Friday 23 September 2016

Goose Island’s Bretty push into the UK

There is a certain irony in an AB-Inbev brewery recreating a 19th century beer that demonstrates how wildly inaccurate craft IPAs are from a historical perspective. But that is what Goose Island’s one-off Brewery Yard Stock Pale Ale does – although if you look at it another way, it is also bang in line with modern craft beer fashions, being both barrel-aged and secondary-fermented with Brettanomyces. Irony indeed!

Ron & Mike show off Brewery Yard
Brewery Yard came about after Goose Island's brewing innovation manager Mike Siegel contacted beer historian Ron Pattinson, inviting him to help recreate a historical recipe. Speaking at the beer’s UK launch at the Rake, in London’s Borough Market, Mike said that with Goose Island being inspired by the English brewing tradition he wanted an English recipe, and to give Ron something to work with, “I came up with two things – I wanted it aged in wood barrels and I wanted to use Brettanomyces. He came up almost immediately with Stock Pale Ale.”

“I’d tried to persuade loads of people before to brew this beer, Mike was the first gullible idiot to take me up,” Ron joked. He added that in the 19th century, “Pale Ale [and by extension IPA] wasn’t meant to be drunk young, it was meant to be aged for a long time. For example, bottled Bass was probably at least 12 months old before anyone got to drink it. It is a very different concept, the complete opposite of how we do IPA today – people liked the aged flavour and were willing to pay extra for it.”

Unlike Porter, which was aged in giant vats, Pale Ale was aged in barrels. In some cases they were just left stacked for months in the brewery yard, hence the new brew’s name. Stock, which meant aged, was the opposite of mild – Ron pointed out that Mild was not originally a style of beer, it simply defined how the beer was treated before sale: “Mild and Stock would have been the same recipe, except Stock had 50% more hops and a secondary Brett fermentation.”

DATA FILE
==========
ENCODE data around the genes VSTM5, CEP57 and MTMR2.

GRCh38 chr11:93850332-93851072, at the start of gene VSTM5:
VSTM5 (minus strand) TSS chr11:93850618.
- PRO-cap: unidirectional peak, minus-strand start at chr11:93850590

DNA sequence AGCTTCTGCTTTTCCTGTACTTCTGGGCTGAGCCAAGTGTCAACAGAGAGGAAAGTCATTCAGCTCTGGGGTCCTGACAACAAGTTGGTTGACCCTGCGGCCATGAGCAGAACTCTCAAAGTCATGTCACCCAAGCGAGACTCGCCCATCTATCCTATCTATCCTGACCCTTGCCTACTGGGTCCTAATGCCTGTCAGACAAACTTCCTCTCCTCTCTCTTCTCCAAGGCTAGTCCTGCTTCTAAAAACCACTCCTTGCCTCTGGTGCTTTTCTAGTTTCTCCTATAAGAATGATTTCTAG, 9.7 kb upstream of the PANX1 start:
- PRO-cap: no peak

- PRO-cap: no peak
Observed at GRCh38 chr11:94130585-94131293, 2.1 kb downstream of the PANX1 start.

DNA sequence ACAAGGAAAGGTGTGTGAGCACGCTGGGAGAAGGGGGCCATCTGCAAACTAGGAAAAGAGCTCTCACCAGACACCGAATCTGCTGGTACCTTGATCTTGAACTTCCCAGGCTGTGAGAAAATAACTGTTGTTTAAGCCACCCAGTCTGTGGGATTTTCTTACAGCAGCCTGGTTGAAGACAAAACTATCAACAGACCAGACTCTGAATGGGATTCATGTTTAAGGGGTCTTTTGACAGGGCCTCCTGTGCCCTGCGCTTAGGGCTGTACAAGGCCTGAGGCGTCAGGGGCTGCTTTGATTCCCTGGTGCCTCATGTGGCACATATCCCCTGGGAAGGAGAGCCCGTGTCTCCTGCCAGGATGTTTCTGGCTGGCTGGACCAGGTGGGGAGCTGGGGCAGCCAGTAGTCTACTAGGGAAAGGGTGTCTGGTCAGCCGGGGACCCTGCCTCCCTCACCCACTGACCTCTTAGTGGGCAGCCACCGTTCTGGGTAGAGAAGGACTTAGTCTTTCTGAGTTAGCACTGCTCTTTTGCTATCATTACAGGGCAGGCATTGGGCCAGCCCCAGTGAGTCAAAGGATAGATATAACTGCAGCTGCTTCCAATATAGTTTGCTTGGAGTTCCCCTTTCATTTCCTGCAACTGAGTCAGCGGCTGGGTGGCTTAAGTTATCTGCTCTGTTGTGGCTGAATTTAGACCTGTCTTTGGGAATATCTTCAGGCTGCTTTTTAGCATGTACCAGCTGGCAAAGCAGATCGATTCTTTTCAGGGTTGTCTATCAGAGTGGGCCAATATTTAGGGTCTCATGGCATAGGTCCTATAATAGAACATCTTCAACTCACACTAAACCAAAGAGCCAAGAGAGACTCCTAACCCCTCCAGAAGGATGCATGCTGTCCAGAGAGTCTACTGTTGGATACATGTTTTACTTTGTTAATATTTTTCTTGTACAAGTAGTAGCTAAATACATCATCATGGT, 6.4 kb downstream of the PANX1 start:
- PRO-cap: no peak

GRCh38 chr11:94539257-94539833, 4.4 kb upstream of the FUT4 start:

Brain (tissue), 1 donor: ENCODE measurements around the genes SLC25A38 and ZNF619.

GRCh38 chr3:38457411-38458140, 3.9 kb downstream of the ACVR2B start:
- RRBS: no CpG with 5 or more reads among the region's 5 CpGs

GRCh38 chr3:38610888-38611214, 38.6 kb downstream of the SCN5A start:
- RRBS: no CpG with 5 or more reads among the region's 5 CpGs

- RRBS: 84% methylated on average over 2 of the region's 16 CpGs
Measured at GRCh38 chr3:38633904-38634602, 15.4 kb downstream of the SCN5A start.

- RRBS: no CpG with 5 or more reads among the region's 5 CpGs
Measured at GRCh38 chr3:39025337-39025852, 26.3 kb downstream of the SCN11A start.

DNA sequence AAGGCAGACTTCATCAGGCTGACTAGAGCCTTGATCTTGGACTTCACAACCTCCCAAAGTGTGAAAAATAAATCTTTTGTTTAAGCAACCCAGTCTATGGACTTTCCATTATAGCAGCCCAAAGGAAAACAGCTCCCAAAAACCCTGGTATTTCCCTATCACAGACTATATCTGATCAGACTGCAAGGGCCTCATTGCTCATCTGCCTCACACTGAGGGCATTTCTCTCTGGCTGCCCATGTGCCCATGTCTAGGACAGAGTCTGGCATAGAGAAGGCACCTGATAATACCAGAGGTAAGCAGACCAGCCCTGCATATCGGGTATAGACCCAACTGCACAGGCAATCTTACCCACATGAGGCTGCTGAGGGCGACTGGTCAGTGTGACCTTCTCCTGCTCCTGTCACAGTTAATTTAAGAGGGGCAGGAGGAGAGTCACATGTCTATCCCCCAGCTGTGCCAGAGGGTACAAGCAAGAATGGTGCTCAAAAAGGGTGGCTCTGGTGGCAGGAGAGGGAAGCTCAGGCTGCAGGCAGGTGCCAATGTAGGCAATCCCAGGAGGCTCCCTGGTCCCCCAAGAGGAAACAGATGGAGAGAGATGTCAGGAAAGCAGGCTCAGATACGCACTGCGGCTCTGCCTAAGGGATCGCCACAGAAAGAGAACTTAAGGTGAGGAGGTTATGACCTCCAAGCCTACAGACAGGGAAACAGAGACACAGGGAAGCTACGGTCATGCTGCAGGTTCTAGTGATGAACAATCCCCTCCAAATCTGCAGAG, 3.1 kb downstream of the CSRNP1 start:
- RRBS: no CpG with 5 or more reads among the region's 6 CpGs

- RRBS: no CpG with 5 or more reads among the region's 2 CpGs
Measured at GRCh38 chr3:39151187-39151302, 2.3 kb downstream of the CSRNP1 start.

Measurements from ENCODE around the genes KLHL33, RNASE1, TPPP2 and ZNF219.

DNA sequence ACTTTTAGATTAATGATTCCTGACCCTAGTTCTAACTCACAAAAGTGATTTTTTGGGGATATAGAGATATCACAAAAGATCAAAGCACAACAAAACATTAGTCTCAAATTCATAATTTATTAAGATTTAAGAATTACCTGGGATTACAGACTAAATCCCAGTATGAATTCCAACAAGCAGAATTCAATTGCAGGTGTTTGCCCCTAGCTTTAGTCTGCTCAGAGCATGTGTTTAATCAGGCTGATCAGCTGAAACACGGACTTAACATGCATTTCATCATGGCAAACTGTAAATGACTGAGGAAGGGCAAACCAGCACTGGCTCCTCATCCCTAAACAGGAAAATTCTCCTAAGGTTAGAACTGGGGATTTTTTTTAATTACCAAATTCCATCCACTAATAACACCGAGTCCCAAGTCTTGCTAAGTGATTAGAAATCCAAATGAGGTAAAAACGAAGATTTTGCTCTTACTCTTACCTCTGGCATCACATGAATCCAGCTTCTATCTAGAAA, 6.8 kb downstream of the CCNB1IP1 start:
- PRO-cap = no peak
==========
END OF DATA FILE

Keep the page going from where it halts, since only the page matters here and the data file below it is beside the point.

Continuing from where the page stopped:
Based on an 1877 Trumans recipe for a Pale Ale from Burton-on-Trent, Brewery Yard seems about as authentic as you can get using modern ingredients. Mike used floor-malted English barley, plus English Goldings and US Cluster hops – American hops were widely used in Britain in the 1800s, but for bittering and their preservative value, not for their flavour which was generally disliked. In the absence of the neutral Memel oak barrels that 19th century brewers preferred, he took Bourbon barrels that had already been used for beer twice, so most of the whiskey character was gone, and steamed them thoroughly.

“It was a year in the planning, it spent 11 months in barrel and was then bottled in June,” Mike said. “Two and a half years is a long time to work on a beer project, I had to keep telling Ron to be patient!”

So was it worth the wait? From the drinker’s perspective, very definitely so. The first thing you notice about the beer, apart from its golden-brown colour and initially fluffy head, is a characteristic Bretty aroma – tart and almost fruity, reminiscent perhaps of ascorbic acid. Then there is a potent dry bitterness with herbal notes to it, and a tart woody winey palate. It really is fascinating – and worryingly drinkable for something that weighs in at 8.4% ABV!

Ron reckoned it was also quite possibly the most expensive beer Goose Island has ever done – its Chicago brewery is a 50-barrel (almost 6000 litre) plant, but by the time all the losses in the process were accounted for, there only about 20 barrels left. Of that, just over 2000 litres made it into 75cl bottles, and 600 of those have come to the UK (where they’re priced at £20 each).

As well as losses in the barrel-ageing, a huge amount was lost during hopping – Brewery Yard used whole-leaf hops, which the brewkit was not designed for, and a lot of wort was left in the wet hops afterwards.

Mike talks beer with a happy drinker
“We’re really happy with how the beer turned out, it is truly the definition of unique,” Mike said. It’s likely to stay that way too – when I asked if he’d consider re-brewing it, he implied it was unlikely: “I’d probably look for an even more difficult project!”